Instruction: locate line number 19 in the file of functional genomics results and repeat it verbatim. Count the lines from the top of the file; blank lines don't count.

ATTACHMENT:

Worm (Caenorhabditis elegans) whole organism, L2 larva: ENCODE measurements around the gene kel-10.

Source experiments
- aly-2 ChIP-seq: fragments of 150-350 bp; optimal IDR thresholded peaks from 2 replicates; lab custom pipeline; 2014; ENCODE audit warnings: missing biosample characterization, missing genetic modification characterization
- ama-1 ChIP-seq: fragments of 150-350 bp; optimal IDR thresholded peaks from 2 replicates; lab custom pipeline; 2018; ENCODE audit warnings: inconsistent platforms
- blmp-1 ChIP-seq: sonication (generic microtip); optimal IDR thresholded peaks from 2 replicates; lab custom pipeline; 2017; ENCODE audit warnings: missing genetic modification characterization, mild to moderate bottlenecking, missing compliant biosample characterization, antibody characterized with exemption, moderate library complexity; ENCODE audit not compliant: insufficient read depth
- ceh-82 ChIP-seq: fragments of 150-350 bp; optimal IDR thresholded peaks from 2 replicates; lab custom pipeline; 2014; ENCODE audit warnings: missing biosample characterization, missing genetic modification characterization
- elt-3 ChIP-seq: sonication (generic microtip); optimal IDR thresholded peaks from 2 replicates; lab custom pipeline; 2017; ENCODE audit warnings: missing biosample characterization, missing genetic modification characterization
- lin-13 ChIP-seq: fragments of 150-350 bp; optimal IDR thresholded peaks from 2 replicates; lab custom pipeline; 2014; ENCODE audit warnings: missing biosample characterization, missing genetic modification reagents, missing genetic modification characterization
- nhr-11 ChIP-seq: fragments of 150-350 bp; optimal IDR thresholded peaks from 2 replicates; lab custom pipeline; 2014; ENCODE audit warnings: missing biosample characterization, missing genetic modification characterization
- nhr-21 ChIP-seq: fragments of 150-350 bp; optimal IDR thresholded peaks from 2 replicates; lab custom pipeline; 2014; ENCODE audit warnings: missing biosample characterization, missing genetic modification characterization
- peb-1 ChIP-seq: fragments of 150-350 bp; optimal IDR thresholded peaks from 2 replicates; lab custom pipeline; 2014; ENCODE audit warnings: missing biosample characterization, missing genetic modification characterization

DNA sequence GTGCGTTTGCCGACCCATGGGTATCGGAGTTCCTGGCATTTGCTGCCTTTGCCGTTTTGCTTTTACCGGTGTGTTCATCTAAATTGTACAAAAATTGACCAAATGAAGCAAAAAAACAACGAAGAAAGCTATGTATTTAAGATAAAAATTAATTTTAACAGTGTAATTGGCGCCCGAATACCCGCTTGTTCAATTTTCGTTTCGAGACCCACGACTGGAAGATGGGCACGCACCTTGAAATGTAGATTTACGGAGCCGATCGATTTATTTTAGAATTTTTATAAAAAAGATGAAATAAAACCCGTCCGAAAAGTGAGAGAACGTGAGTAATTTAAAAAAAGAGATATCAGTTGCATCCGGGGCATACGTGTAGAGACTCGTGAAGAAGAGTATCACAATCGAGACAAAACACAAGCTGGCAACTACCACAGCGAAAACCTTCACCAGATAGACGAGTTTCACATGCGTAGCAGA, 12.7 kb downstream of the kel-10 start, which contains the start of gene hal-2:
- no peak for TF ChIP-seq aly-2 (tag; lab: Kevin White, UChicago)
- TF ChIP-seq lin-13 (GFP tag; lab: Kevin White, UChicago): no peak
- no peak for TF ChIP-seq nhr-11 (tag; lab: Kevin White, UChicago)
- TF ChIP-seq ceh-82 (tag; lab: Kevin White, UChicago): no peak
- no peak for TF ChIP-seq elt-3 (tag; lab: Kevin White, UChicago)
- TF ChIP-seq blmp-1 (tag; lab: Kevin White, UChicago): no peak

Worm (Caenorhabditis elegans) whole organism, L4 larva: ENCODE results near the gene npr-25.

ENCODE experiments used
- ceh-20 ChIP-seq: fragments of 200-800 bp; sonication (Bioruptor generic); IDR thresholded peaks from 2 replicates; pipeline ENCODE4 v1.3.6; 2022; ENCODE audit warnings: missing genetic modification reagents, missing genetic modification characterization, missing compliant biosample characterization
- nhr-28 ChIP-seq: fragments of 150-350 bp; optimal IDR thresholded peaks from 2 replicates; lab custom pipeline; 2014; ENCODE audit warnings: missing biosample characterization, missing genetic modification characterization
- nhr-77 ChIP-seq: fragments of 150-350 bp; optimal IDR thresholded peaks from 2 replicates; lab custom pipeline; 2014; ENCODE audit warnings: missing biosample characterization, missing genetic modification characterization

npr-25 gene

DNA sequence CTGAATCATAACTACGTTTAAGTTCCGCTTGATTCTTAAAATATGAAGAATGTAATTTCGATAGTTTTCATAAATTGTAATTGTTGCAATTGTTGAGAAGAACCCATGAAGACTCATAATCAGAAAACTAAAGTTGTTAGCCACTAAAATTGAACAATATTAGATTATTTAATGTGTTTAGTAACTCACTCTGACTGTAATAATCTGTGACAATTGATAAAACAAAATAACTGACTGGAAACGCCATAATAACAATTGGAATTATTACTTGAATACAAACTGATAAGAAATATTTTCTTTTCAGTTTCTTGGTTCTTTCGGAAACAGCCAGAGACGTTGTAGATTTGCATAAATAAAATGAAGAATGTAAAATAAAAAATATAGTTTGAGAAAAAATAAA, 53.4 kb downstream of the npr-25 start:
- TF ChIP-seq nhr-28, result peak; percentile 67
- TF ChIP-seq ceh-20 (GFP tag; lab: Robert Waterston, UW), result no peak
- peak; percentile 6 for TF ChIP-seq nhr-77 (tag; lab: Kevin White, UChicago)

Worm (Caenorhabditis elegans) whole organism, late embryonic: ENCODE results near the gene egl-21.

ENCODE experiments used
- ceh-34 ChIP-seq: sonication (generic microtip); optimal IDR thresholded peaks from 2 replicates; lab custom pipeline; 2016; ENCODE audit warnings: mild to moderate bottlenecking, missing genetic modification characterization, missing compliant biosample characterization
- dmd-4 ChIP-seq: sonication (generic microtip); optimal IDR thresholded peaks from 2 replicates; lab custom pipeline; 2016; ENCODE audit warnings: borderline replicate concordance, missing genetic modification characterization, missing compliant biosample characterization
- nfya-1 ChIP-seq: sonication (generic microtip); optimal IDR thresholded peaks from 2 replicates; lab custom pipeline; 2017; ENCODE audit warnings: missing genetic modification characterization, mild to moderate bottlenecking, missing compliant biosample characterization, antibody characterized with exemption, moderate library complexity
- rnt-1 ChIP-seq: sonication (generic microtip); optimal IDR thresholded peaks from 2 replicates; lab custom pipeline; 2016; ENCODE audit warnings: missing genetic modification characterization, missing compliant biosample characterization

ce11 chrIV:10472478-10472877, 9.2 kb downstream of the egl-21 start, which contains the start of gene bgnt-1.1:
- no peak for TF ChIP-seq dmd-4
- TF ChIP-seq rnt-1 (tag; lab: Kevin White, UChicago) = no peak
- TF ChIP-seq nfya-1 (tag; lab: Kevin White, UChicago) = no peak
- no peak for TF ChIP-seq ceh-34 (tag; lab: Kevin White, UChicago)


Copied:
Worm (Caenorhabditis elegans) whole organism, L4 larva: ENCODE results near the gene npr-25.